In the catechism promoted by St. John Paul II, in 1992, the death penalty was allowed if it was “the only practicable way to defend the lives of human beings effectively against the aggressor.”
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The change on the issue has been developing for years. In 2015, four Catholic media outlets in the United States published a joint editorial calling for the abolition of the death penalty. They included the liberal-leaning National Catholic Reporter and the conservative-leaning National Catholic Register.
Many Catholics in the United States have rallied around calls to abolish the penalty.
When Francis visited the United States in 2015, he went to a prison in Pennsylvania and met with a few prisoners and their families. He also wrote a detailed letter that year to the International Commission against the Death Penalty, arguing that capital punishment “does not render justice to the victims, but rather fosters vengeance.”
In it, he made two arguments that specifically spoke to the American context: The death penalty is illegitimate because many convictions have later been found to be in error and have been overturned, and because executions of prisoners in some states have been badly botched.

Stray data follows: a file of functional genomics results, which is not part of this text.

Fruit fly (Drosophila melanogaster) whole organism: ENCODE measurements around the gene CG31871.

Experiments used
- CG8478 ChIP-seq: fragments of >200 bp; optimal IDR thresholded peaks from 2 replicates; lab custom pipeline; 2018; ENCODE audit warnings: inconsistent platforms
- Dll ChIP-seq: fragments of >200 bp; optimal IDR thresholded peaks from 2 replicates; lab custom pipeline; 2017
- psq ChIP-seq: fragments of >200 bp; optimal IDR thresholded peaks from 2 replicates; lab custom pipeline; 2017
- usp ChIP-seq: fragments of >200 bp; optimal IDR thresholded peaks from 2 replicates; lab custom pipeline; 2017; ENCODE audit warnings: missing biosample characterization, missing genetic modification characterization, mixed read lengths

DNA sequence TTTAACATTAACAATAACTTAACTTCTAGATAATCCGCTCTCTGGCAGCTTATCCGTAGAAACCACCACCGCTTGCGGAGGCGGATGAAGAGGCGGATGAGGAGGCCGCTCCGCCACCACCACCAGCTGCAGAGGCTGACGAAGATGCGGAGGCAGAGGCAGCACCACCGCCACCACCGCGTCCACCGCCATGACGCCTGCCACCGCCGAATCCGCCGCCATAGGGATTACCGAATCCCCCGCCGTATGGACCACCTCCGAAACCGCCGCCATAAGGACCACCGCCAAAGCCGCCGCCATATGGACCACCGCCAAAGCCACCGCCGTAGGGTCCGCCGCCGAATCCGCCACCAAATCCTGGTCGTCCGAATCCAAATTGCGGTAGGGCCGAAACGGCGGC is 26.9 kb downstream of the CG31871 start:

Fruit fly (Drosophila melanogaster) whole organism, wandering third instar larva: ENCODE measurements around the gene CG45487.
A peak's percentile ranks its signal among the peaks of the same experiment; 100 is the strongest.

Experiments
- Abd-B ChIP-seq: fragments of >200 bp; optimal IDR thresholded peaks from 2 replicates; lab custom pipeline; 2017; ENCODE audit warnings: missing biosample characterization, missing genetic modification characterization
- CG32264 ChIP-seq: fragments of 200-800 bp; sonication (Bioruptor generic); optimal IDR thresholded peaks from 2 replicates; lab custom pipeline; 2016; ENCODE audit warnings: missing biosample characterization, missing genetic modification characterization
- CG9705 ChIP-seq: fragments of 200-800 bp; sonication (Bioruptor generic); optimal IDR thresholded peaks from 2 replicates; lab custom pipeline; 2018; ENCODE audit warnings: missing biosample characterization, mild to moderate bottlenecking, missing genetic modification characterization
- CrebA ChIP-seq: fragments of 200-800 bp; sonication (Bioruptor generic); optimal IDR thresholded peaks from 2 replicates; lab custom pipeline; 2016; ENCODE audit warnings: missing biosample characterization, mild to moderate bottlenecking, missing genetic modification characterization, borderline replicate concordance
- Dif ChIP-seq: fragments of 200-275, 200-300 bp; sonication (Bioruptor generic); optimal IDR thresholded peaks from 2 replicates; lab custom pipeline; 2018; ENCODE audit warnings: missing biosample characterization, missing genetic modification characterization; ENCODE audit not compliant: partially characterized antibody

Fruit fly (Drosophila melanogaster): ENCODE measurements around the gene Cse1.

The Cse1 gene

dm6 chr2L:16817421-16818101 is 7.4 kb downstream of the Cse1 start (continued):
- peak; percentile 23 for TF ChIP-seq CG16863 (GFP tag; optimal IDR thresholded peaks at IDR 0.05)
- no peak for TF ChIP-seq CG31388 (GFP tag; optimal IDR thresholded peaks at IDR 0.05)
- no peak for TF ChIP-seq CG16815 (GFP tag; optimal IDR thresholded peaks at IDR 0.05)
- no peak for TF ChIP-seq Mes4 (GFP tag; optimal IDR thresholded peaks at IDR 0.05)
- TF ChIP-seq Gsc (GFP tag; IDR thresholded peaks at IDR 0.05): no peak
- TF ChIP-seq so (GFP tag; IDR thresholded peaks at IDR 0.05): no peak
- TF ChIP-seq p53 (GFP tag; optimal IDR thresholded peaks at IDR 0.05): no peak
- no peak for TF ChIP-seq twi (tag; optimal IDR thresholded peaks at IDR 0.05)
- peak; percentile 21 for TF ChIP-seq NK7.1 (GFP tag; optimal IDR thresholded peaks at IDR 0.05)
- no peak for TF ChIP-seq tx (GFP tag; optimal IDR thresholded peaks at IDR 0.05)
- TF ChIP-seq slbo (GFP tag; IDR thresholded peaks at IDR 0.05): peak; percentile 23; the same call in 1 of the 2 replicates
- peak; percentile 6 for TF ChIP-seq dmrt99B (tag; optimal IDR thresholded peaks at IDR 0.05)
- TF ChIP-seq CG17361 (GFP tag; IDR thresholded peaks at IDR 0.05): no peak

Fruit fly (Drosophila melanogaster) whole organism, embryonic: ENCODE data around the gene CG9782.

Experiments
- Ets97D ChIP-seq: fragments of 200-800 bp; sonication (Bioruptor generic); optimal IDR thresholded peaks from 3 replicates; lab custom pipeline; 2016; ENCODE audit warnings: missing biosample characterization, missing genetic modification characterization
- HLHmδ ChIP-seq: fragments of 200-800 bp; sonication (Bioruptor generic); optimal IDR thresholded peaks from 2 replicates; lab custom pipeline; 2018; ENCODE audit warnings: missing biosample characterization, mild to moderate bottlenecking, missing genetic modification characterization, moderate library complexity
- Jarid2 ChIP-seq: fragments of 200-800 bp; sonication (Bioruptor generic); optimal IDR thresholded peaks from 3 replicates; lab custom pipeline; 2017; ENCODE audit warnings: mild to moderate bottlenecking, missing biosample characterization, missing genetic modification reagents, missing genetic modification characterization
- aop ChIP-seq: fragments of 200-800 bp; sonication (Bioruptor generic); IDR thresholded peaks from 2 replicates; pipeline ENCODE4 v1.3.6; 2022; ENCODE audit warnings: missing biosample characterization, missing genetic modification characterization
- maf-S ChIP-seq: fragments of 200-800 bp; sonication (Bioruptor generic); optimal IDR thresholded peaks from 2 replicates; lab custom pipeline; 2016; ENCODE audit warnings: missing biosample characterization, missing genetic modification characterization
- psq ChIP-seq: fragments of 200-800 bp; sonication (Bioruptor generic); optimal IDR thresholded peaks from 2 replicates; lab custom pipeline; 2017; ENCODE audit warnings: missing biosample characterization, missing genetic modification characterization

Still, support for the death penalty persists in the United States among some conservative Catholics. The Rev. C. John McCloskey III, an influential teacher and confidante of countless American politicians and civic leaders, has writtenthat the church’s doctrine “does not and never has advocated unqualified abolition of the death penalty.”
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In his argument, he cited Saints John Paul II, Augustine and Thomas Aquinas. He even cited Cardinal Joseph Bernardin, who served as archbishop of Chicago, and who frequently used the term “seamless garment” to express that the church was for life, from conception to death.
Father McCloskey argued that for any human being, “it is a great grace to know the time of one’s death, as it gives us the opportunity to get right with the Lord who will judge us at our death. Perhaps many people have been saved in this way by the death penalty.”
Elisabetta Povoledo reported from Rome, and Laurie Goodstein from New York. Adam Liptak contributed reporting from Washington.